Squash Vine Borer: The Hidden Pest

With most insect pests of vegetables, UK Extension Entomology recommends weekly scouting to determine the levels of infestation and to decide if an insecticide is warranted. Scouting will tell when the earliest stages arrive and at what levels. However, this does not work well for squash vine borer because scouting for the single eggs laid on stems is difficult, and once evidence of infestation is apparent, it is too late to treat. Vegetables at risk to squash vine borer include some pumpkins, zucchini, summer squash, and some hard squashes.

Description and Life Cycle

Squash vine borer is a moth belonging to the clearwing group of moths, which also includes peach tree borer, dogwood borer, and grape root borer. While squash vine borer is a clearwing moth, it does not have clear wings. It is a paper wasp mimic, and it flies during the day imitating the activity of these common wasps. Eggs that are laid hatch in about 7 days. and the larvae immediately bore into plant stems. The first sign of attack is either frass pushed out through holes in the vine or wilting down of stems. Wilting vines can be confused with bacterial wilt of cucurbits, but the frass near the base where the wilting starts can be used to identify the squash vine borer.

Figure 1. Squash vine borer is a day-flying moth that resembles a common paper wasp (Photo: Ric Bessin, UK).

Figure 2. Fresh frass pushed out of the stem is a sign of squash vine borer activity (Photo: Ric Bessin, UK).

Some home gardeners and small-scale producers have used deworming as a method to reduce squash vine borer. This involves making a small slit parallel to the vine near the frass that has been pushed out by the borer and removing the borer. Generally, this practice is not recommended as it can cause more damage than the borer by opening up the vine to secondary infections.

Another home-garden practice used with long-vining cucurbits, like pumpkin, is to bury the vine in a few places where leaf petioles are attached. Just a shovel full of soil is needed. This often produces secondary rooting at these spots, which will help to support the vine if there is damage closer to the crown of the plant.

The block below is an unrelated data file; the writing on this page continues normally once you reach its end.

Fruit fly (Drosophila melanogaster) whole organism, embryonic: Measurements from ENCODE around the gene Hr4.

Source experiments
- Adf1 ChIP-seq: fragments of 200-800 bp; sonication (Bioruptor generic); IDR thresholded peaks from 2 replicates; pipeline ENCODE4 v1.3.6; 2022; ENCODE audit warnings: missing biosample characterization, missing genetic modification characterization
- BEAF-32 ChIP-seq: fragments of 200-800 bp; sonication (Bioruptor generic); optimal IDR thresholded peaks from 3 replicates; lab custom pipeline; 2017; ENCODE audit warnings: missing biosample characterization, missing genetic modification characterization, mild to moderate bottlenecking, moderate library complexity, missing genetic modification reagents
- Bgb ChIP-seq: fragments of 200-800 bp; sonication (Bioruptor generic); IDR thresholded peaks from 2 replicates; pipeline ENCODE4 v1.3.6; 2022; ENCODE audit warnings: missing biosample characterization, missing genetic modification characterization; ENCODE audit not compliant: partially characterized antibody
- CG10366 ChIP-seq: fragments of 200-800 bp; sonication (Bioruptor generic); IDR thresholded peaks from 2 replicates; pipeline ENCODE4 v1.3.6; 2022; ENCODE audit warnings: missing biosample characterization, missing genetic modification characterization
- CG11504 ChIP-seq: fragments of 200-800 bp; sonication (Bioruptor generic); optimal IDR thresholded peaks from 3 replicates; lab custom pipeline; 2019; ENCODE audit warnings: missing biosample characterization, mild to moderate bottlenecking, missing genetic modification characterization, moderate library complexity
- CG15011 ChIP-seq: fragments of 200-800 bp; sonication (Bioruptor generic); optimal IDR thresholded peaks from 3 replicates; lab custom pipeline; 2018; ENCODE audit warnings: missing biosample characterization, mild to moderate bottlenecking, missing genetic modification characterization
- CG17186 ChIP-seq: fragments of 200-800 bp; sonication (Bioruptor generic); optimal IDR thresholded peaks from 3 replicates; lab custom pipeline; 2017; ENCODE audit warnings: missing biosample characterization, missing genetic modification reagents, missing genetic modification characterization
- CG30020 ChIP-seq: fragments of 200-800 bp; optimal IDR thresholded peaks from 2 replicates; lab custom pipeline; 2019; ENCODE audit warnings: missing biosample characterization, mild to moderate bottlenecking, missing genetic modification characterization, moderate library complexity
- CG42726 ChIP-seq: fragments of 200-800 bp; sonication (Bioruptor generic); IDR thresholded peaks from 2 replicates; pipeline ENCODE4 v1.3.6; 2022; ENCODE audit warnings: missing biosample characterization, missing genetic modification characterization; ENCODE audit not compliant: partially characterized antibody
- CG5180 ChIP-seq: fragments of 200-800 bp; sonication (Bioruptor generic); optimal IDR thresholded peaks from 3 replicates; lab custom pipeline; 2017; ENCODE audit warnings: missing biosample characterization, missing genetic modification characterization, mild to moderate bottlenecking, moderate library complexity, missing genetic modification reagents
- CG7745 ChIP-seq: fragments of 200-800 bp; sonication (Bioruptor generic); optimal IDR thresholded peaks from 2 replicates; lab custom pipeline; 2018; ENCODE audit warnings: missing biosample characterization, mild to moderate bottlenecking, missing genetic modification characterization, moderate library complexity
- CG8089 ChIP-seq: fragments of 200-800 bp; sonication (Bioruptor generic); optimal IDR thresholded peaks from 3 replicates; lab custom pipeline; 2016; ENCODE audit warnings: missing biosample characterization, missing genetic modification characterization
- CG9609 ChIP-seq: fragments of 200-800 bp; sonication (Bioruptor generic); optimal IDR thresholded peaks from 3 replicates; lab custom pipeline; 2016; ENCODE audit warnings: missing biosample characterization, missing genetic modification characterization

Management

Squash vine borer emergence as moths begins mid-June and continues through the end of July. Upon emergence, the moths mate and females lay their eggs. The eggs take about a week to hatch.  Yellow bucket traps baited with squash vine borer pheromone are effective to monitor for the start of moth activity. Insecticide sprays can then be applied 7 to 10 days after first moth activity and repeated every 2 weeks through the end of July.

Figure 3. Squash vine borer has one generation, but emerges over a long period over the summer (Photo: Ric Bessin, UK).

Figure 4. It is common to find squash vine borer moths resting on leaves of cucurbits or weeds during at midday (Photo: Ric Bessin, UK).

How you spray is just as important as when you spray for squash vine borer. The vines on the ground need to be protected, so high pressure is used to penetrate the canopy of leaves. Sprays need to be applied before eggs hatch as the target is the young larva before it tunnels into the vine.  In terms of selecting an effective insecticide, pyrethroids (IRAC group 3A), acetamiprid (group 4A), and some diamides (Group 28) are effective. Always read and follow pesticide label directions.

 

By Ric Bessin, Entomology Extension Specialist

 

 

Posted in Vegetables